The White Cockatoo is around 46 cm (18 in) long, and weighs about 400 g (14 oz) for small females and up to 800 g (28 oz) for big males. The male White Cockatoo usually has a broader head and a bigger beak than the female. They have brown or black eyes and a dark grey beak. When mature some female White Cockatoos can have reddish/brown irises, while the irises of the adult male are dark brown or black. The feathers of the White Cockatoo are mostly white. However, both upper and lower surfaces of the inner half of the trailing edge of the large wing feathers are a yellow color. The yellow color on the underside of the wings is most notable because the yellow portion of the upper surface of the feather is covered by the white of the feather immediately medial (nearer to the body) and above. Similarly, areas of larger tail feathers that are covered by other tail feathers – and the innermost covered areas of the larger crest feathers – are yellow. Short white feathers grow from and closely cover the upper legs. The feathers of this species and others create a powder similar to talcum powder that easily transfers to clothing.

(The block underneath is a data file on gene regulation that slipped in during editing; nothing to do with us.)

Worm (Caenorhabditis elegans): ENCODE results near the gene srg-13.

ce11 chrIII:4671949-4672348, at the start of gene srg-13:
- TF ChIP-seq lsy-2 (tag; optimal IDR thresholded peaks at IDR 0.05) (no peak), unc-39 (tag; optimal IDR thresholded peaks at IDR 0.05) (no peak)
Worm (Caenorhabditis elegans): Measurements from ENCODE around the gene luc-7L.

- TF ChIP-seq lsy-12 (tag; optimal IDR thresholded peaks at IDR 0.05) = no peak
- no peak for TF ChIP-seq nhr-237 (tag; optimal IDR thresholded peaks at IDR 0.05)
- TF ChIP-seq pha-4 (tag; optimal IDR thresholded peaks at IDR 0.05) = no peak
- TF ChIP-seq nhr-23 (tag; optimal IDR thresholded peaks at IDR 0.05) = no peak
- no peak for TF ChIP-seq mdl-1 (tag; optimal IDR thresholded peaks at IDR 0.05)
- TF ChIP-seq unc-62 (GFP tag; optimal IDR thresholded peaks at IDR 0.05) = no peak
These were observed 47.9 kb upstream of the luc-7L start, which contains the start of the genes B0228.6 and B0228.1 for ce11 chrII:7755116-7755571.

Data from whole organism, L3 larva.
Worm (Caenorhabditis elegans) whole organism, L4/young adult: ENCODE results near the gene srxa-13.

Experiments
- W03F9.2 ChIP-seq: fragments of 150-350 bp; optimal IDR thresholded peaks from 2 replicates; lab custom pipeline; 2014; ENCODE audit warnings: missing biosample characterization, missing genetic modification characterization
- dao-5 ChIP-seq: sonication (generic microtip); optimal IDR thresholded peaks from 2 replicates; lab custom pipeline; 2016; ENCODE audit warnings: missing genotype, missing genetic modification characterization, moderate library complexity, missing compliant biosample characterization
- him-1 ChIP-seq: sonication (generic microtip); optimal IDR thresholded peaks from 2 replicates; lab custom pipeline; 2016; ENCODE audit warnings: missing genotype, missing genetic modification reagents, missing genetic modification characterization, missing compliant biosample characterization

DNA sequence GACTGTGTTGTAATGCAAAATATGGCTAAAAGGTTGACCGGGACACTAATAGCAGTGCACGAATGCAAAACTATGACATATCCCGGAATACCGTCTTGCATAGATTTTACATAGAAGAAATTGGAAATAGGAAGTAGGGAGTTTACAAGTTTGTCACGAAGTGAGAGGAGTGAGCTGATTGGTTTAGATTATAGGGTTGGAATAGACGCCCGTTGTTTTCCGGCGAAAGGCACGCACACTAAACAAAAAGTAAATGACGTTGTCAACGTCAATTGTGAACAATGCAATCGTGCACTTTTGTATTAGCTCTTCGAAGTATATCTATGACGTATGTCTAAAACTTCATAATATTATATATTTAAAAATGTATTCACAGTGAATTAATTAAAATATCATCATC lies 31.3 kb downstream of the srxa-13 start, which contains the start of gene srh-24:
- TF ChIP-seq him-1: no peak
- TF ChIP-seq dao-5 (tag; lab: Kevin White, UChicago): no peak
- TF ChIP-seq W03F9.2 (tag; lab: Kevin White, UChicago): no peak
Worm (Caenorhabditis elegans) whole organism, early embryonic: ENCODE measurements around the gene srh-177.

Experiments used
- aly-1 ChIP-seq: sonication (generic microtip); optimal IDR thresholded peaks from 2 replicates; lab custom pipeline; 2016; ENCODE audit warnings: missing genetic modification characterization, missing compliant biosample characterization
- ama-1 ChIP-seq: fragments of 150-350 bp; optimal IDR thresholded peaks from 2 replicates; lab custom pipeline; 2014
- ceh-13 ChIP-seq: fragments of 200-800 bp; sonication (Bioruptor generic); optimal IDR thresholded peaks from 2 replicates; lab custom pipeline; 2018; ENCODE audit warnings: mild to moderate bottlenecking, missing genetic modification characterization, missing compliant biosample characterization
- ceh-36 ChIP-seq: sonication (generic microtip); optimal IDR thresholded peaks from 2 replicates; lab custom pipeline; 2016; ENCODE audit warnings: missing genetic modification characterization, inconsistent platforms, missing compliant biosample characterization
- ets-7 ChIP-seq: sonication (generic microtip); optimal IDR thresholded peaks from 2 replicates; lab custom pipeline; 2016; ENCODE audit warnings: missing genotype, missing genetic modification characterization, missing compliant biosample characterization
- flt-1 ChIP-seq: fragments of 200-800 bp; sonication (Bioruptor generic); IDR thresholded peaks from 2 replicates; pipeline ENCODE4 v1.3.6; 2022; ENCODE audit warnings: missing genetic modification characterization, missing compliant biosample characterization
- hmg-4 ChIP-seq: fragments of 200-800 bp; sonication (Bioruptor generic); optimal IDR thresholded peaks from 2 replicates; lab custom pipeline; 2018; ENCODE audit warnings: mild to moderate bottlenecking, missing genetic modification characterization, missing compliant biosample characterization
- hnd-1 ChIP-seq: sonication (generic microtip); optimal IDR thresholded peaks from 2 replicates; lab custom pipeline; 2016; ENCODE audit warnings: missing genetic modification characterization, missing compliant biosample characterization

Food and feeding: In the wild, White Cockatoos feed on berries, seeds, nuts, fruit and roots. When nesting, they include insects and insect larvae.
Behaviour: White Cockatoos are kept as pets because they can be very affectionate, bond closely with people and are valued for their beauty. Cockatoos are also noisier than many parrots. They can become very bonded (or dependent) on human companion and this combined with their long life and often misunderstood behaviors can lead to behavior issues.. They have very strong beaks, and umbrellas are capable of breaking walnuts and fingers if very scared.